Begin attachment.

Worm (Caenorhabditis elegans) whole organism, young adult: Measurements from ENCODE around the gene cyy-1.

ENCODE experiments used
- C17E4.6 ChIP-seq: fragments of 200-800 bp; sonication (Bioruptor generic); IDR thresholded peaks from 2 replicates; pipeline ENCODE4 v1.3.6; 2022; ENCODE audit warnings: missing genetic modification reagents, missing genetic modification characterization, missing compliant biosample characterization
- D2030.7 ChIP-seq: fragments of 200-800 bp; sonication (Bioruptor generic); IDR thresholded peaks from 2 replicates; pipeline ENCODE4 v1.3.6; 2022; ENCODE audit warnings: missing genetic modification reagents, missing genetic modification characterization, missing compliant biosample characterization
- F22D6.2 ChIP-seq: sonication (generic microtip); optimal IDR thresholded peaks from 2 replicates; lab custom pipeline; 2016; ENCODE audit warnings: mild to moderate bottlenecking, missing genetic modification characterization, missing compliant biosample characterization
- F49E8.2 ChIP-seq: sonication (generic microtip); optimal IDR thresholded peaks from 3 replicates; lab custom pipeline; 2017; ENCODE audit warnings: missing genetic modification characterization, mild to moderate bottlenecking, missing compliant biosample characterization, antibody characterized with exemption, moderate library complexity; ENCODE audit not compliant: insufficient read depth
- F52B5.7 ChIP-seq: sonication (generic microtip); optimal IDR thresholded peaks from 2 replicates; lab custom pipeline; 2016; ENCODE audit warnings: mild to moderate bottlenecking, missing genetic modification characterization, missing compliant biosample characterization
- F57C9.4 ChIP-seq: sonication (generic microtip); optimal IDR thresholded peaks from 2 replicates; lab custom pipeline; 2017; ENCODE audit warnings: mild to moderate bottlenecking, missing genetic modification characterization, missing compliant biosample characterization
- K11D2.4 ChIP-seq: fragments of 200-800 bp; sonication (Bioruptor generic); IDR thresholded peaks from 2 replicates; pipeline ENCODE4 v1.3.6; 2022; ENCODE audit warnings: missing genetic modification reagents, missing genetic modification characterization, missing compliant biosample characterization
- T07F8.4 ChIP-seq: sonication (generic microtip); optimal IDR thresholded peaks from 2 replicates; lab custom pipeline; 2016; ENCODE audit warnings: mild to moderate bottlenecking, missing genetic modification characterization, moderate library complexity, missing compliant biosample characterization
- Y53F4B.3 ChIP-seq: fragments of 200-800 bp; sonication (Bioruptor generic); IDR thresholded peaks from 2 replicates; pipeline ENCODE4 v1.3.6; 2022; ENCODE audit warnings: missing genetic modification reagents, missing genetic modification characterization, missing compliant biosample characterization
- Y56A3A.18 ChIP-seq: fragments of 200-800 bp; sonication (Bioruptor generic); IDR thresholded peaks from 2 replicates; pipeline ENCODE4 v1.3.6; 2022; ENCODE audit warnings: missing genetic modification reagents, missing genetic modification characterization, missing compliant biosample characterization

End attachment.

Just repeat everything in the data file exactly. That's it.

Worm (Caenorhabditis elegans) whole organism, young adult: Measurements from ENCODE around the gene cyy-1.

ENCODE experiments used
- C17E4.6 ChIP-seq: fragments of 200-800 bp; sonication (Bioruptor generic); IDR thresholded peaks from 2 replicates; pipeline ENCODE4 v1.3.6; 2022; ENCODE audit warnings: missing genetic modification reagents, missing genetic modification characterization, missing compliant biosample characterization
- D2030.7 ChIP-seq: fragments of 200-800 bp; sonication (Bioruptor generic); IDR thresholded peaks from 2 replicates; pipeline ENCODE4 v1.3.6; 2022; ENCODE audit warnings: missing genetic modification reagents, missing genetic modification characterization, missing compliant biosample characterization
- F22D6.2 ChIP-seq: sonication (generic microtip); optimal IDR thresholded peaks from 2 replicates; lab custom pipeline; 2016; ENCODE audit warnings: mild to moderate bottlenecking, missing genetic modification characterization, missing compliant biosample characterization
- F49E8.2 ChIP-seq: sonication (generic microtip); optimal IDR thresholded peaks from 3 replicates; lab custom pipeline; 2017; ENCODE audit warnings: missing genetic modification characterization, mild to moderate bottlenecking, missing compliant biosample characterization, antibody characterized with exemption, moderate library complexity; ENCODE audit not compliant: insufficient read depth
- F52B5.7 ChIP-seq: sonication (generic microtip); optimal IDR thresholded peaks from 2 replicates; lab custom pipeline; 2016; ENCODE audit warnings: mild to moderate bottlenecking, missing genetic modification characterization, missing compliant biosample characterization
- F57C9.4 ChIP-seq: sonication (generic microtip); optimal IDR thresholded peaks from 2 replicates; lab custom pipeline; 2017; ENCODE audit warnings: mild to moderate bottlenecking, missing genetic modification characterization, missing compliant biosample characterization
- K11D2.4 ChIP-seq: fragments of 200-800 bp; sonication (Bioruptor generic); IDR thresholded peaks from 2 replicates; pipeline ENCODE4 v1.3.6; 2022; ENCODE audit warnings: missing genetic modification reagents, missing genetic modification characterization, missing compliant biosample characterization
- T07F8.4 ChIP-seq: sonication (generic microtip); optimal IDR thresholded peaks from 2 replicates; lab custom pipeline; 2016; ENCODE audit warnings: mild to moderate bottlenecking, missing genetic modification characterization, moderate library complexity, missing compliant biosample characterization
- Y53F4B.3 ChIP-seq: fragments of 200-800 bp; sonication (Bioruptor generic); IDR thresholded peaks from 2 replicates; pipeline ENCODE4 v1.3.6; 2022; ENCODE audit warnings: missing genetic modification reagents, missing genetic modification characterization, missing compliant biosample characterization
- Y56A3A.18 ChIP-seq: fragments of 200-800 bp; sonication (Bioruptor generic); IDR thresholded peaks from 2 replicates; pipeline ENCODE4 v1.3.6; 2022; ENCODE audit warnings: missing genetic modification reagents, missing genetic modification characterization, missing compliant biosample characterization